The small pic option lets you downsize your image to 640 x 480, 320 x 240, or 160 x 120. The original image is saved.
The Coolpix lets you mark photos that you want to be automatically transferred when you connect the camera to your PC. Another nice feature that's all too uncommon these days is the ability to delete a group of photos, rather than just one at a time or all of them.
A copy feature lets you move photos between internal memory and a memory card, and vice versa.
By default the camera gives you no exposure info about your photos. Press the "ok" button in the center of the four-way controller and you'll get the screen above-right, which is only slightly more useful.
The camera moves through images very quickly in playback mode. A lower resolution image is shown instantly, with the high resolution version appearing less than a second later.
How Does it Compare?
While not the best camera in its class, the Coolpix 5200 is a good point-and-shoot camera for those who need a lot of resolution. Its biggest weaknesses are the soft and somewhat noisy images as well as the lack of manual controls (then again, my favorite cameras, the Canon S500 and Sony W1 don't really have them either). The image softness is really only an issue for large prints or on-screen viewing, though.
The CP5200 is a compact, stylish metal camera that can go anywhere. Its well built for the most part and the ergonomics are good. Performance is about average for a camera in this class. Beginners will love all the scene modes, though enthusiasts will be longing for manual focus, shutter speed, and aperture controls. The camera focuses well in low light (thanks to an AF-assist lamp), and the LCD is still usable in those situations unlike on some cameras. The camera does offer nice continuous shooting and macro modes, and the movie mode is excellent.
A few other complaints: while Nikon has hyped up their in-camera redeye reduction feature, it didn't seem to help in my redeye test. The 12MB of on-board memory is appallingly low, so be prepared to buy a memory card. I'm not a huge fan of how the camera won't let you adjust settings or enter the menu while its saving images to the card, either. Finally, some real exposure info in playback mode would be nice (though I appreciate the histogram).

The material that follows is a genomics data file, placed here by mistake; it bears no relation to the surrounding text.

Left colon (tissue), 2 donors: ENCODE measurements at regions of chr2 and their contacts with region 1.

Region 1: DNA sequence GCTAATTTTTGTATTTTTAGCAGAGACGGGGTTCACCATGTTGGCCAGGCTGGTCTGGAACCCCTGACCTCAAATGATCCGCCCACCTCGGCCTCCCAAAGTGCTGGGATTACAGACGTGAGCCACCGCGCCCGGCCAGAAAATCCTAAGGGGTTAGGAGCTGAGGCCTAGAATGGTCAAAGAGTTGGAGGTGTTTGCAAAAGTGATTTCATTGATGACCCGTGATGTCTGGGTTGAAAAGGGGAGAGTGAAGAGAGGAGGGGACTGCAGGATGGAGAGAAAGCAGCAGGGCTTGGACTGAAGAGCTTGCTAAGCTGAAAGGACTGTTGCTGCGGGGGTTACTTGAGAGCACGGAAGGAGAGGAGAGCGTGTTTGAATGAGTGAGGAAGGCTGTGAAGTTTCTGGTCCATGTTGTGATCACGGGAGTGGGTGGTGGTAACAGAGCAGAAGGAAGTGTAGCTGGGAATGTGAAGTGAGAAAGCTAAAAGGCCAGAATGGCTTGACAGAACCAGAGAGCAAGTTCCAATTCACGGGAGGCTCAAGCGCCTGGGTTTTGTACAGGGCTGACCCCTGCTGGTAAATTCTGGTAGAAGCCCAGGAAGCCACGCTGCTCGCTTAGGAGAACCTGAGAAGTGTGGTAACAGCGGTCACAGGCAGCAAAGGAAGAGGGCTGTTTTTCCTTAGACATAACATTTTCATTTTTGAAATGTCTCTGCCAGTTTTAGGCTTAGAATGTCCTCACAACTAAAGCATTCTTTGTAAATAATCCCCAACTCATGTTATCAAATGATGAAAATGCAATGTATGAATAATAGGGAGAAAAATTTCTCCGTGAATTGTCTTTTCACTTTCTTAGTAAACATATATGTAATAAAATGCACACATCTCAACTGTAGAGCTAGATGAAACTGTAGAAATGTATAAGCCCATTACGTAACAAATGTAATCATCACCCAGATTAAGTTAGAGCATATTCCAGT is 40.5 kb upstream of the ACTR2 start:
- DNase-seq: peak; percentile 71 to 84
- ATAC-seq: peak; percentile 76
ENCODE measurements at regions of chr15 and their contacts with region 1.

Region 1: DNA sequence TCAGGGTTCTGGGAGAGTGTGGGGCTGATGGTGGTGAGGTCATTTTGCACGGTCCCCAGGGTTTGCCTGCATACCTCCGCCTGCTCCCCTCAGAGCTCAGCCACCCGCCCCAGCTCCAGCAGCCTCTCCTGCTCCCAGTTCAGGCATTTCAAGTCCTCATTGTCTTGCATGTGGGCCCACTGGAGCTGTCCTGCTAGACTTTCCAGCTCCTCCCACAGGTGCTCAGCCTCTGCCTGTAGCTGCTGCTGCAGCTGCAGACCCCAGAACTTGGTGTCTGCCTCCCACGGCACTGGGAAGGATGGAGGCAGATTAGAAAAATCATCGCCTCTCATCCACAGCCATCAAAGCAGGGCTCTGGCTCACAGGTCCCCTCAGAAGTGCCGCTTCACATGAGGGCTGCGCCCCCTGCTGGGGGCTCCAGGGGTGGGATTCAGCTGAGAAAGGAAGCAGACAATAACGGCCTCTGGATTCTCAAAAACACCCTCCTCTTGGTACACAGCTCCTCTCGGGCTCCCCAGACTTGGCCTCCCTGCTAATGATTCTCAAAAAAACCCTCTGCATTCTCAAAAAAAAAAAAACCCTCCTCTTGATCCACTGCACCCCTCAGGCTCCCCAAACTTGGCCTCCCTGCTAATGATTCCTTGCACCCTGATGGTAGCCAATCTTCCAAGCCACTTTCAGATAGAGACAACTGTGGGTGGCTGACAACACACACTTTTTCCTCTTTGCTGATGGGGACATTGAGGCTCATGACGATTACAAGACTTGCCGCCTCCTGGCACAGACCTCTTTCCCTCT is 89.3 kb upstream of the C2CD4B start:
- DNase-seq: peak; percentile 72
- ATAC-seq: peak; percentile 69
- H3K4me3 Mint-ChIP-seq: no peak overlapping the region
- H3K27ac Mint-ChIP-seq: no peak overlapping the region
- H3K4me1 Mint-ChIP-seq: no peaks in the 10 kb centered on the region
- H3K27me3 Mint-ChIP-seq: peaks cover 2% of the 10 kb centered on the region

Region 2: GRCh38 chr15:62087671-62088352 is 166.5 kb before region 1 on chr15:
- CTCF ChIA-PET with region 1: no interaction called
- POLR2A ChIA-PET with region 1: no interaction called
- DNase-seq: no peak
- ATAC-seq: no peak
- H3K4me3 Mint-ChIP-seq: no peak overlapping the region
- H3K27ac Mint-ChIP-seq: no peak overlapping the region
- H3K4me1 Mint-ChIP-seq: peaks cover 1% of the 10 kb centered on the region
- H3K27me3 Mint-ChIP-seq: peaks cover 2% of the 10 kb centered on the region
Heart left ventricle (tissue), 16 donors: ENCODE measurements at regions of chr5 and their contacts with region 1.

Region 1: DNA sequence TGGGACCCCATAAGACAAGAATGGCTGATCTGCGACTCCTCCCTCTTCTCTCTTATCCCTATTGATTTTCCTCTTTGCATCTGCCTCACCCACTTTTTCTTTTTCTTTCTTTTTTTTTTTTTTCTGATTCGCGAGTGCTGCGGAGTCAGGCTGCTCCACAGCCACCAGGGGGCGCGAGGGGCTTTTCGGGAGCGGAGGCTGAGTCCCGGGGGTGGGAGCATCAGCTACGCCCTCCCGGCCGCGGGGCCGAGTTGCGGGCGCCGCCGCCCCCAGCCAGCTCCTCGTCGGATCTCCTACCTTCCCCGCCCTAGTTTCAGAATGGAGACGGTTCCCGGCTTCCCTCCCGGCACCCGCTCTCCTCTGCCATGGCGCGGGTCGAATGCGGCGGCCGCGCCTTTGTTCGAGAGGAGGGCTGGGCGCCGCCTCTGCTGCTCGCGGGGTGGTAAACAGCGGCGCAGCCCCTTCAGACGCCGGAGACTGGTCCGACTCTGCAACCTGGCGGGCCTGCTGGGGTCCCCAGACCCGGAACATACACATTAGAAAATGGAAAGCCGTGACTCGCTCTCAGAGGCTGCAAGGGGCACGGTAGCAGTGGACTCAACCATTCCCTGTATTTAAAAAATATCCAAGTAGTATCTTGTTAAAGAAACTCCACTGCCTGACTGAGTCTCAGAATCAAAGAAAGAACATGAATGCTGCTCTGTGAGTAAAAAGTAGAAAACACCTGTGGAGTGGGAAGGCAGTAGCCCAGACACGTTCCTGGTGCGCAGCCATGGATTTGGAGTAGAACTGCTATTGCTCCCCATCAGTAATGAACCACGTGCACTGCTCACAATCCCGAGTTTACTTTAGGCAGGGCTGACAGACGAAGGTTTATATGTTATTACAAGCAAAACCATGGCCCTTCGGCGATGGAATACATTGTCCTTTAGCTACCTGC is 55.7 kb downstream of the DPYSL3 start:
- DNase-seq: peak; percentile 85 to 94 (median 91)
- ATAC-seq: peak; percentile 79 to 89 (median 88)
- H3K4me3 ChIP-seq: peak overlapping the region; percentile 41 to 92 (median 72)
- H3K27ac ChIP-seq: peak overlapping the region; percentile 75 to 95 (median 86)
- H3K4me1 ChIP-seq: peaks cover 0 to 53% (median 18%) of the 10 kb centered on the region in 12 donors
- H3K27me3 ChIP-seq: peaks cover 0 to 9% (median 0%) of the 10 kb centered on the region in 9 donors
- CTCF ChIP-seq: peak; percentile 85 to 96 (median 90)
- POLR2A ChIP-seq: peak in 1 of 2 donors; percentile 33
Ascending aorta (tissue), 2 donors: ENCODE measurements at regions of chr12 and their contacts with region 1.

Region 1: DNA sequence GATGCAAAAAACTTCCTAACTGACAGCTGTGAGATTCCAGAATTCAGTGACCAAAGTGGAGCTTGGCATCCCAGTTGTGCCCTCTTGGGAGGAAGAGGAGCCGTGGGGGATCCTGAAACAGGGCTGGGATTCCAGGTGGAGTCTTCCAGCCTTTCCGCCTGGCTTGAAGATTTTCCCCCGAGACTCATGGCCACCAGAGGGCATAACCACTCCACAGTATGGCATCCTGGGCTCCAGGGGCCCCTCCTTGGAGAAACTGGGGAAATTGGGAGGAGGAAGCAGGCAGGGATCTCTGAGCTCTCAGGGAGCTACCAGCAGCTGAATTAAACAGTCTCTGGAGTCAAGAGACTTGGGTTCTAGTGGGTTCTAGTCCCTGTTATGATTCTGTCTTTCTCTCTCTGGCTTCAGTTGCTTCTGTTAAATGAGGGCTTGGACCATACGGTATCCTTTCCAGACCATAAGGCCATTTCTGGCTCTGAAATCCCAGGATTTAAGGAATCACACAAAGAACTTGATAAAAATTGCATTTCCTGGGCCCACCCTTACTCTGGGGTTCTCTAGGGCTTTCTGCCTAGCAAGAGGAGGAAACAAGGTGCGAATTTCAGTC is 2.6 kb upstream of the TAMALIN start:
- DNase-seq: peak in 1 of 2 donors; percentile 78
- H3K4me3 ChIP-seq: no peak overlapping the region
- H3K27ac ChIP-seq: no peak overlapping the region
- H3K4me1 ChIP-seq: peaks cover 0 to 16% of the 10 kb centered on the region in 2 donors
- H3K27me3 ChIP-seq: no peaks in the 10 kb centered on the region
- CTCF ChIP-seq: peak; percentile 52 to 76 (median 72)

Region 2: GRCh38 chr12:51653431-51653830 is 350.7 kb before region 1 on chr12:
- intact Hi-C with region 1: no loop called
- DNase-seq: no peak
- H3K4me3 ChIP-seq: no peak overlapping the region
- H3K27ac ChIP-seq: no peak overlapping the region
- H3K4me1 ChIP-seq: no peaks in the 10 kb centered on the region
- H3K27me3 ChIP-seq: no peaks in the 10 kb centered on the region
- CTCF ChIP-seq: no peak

While not the best choice, the CP5200 is worth a look if you're after a high resolution point-and-shoot camera. Just be sure to research the competition carefully!
What I liked:
What I didn't care for:
Some other compact 5 Megapixel cameras worth considering include the Canon PowerShot S500, Casio QV-R51, Fuji FinePix F450, HP Photosmart R707, Kodak EasyShare LS753, Konica Minolta DiMAGE G500, Kyocera Finecam S5R, Pentax Optio 555, and the Sony Cyber-shot DSC-P100, DSC-T1, and DSC-W1.
If you want to save some money, check out the similarCoolpix 4200 model. Do note that you'll lose a Megapixel of resolution, the 30 fps frame rate in movie mode, and the fast continuous shooting rate.
As always, I recommend a trip down to your local reseller to try out the Coolpix 5200 and it's competitors before you buy!
Check out the sample photos in our photo gallery!
Want a second opinion?
Check out another review of the Coolpix 5200 over at Steve's Digicams.
Feedback & Discussion
If you have a question about this review, please send them to Jeff. Due to my limited resources, please do not e-mail me asking for a personal recommendation.
To discuss this review with other DCRP readers, please visit our forums.